by Asinus Asinum Fricat
Thu May 29th, 2008 at 07:50:49 AM EST
What happens when one takes on the challenge to eat only locally produced food (and wine) and all within a 160 kilometer radius (100 miles) for an entire month? It's about getting back to our grassroots, supporting our local farmers and reducing the miles our food travels from paddock to plate. It's that simple. It is a movement sweeping the world.
Coined by a Bay Area group, the term "locavore" refers to people who only eat food grown, processed and produced within a 100 mile radius of where they live.
More and more of us are turning our backs on imported products and getting back to our grassroots supporting local farmers and producers. Eating local food cuts back the distance it travels from the paddock to the plate and in turn reduces harm to the environment.
Diary rescue by Migeru
How many times have you heard "I can't eat local foods because they cost too much?" Well, it's a challenge as every ingredient in every mouthful eaten for the month should come from the local food markets right down to the last grain of salt. Vegetables, meats & seafood are relatively easy. But exotic fruits, coffee, tea and many spices are virtually impossible. Forget that trip to the Asian market for that month! The point is to learn where your food comes from, save energy and keep farms from being sold to developers, or worse, turned into GMO experimental stations. With the price of foodstuffs (and everything else) going up I think it's time to alter our lifestyles now before we may be forced to do so within the next decade.
The locavore movement, like the slow food movement, is an idea of our times and should be given some consideration. The first thing to do is to join a local food group as an alternative to the global corporate models where producers and consumers are separated through a chain of processors/manufacturers, shippers and retailers. The development of local food systems is not only about environmental impacts but also the social and economic benefits encouraged through building local relationships. Get to know the name of your butcher, baker, the sales staff at your local farmer market and you will be rewarded with better produce, smiles and savings. What's not to like about this?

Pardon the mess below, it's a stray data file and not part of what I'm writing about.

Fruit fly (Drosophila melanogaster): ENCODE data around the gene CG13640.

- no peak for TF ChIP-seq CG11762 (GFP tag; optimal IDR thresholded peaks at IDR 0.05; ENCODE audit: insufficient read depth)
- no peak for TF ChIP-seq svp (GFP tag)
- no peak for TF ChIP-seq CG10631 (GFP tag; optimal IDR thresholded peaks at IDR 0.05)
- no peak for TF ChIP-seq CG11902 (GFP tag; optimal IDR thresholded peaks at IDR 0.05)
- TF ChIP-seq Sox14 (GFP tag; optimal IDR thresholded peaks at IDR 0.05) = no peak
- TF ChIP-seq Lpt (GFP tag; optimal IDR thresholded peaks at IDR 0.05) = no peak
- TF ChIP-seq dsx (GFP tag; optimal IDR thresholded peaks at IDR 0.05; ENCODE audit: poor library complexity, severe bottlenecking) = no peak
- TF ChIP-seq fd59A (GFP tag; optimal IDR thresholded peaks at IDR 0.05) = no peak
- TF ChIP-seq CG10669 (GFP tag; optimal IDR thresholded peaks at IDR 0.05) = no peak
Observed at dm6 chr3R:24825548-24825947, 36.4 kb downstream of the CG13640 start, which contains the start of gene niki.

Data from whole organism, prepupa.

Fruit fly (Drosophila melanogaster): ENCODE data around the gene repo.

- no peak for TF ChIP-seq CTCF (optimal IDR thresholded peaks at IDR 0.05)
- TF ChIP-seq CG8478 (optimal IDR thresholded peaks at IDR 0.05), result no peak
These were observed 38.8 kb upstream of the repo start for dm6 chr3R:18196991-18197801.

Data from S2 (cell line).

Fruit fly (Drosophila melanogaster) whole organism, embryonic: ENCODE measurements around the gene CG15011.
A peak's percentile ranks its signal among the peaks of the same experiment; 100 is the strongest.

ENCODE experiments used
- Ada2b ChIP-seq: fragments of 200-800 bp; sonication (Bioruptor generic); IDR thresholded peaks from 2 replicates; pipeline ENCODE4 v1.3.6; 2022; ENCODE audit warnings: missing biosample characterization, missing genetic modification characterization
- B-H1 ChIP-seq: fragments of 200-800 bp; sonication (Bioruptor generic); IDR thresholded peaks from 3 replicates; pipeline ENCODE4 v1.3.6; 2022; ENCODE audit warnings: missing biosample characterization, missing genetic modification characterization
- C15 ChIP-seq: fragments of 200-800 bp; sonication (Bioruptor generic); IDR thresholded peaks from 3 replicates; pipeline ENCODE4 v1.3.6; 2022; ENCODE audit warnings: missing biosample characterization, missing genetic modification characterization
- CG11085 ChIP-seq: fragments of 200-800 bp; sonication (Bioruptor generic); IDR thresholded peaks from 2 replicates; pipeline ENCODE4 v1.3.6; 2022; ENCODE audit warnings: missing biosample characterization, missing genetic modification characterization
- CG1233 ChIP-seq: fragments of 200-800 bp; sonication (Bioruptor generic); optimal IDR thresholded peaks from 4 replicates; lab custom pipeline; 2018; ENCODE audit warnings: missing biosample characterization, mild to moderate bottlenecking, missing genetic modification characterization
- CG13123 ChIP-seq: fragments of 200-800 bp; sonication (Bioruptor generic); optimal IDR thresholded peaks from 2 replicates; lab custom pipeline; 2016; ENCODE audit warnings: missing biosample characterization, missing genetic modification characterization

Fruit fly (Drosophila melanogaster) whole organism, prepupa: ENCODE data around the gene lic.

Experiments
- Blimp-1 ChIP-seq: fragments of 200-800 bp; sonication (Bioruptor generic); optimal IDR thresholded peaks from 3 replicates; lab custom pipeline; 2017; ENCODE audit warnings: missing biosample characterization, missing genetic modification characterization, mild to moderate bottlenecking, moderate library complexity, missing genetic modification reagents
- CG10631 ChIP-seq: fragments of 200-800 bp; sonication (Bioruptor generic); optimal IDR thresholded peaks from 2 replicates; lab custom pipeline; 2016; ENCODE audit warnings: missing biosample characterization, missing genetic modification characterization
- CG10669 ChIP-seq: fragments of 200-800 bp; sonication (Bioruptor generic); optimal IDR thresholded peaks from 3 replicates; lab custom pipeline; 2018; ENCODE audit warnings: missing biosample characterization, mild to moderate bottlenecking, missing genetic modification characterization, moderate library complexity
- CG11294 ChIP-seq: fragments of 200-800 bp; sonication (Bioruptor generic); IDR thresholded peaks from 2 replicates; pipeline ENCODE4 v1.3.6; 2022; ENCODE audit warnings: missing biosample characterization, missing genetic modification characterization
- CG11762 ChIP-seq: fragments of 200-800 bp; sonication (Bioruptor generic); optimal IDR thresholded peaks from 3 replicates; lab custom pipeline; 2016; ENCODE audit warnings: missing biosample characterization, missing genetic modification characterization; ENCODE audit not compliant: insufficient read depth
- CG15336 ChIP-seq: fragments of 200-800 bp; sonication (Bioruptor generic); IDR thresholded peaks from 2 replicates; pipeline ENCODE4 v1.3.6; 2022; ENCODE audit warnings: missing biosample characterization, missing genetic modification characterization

Google your area for existing food groups, join the fray and start eating healthily, and locally whenever possible. If there are no such groups in your area, start one, it's relatively easy nowadays with the "internets". Ask friends and relatives if they would be interested in starting a communal vegetable garden, start growing simple crops like tomatoes and runner beans, baby potatoes and carrots. At home, use every container and space available like a disused bathtub, a sunny corner on your balcony, window sills, wooden crates etc...and try your hand at growing food you like.
Another consideration is to raise hens, those free range eggs will provide first class proteins for your breakfast, and a couple of goats if you have a small plot of land (a friend of mine, an Australian, has recently bought 3 acres of scrub land a hundred miles north of Sydney, with four friends, for not much money, and are busy raising hens & sheep, and have planted a huge vegetable patch which will supply quite a few families) for milk and cheese (making goat cheese is quite simple).
During the early 20th century, the demise of the family farm and the growth of corporate farms was experienced through much of the developing world. The corner shops also disappeared and gave way to supermarkets. In the late 60's and early 70's with the growth of the back to the land movement there were increasing numbers of small farms selling a variety of products to local communities. But since the 70's the increase of multi-national food companies has increased the size of not only farms but the overall food system. And that's our mission: to start up local food networks including community gardens, food co-ops, Community-Supported Agriculture (CSA), farmers' markets, and seed savers groups. In the next few days I'll do a piece on how to start a vegetable patch, if you have any questions, post them below.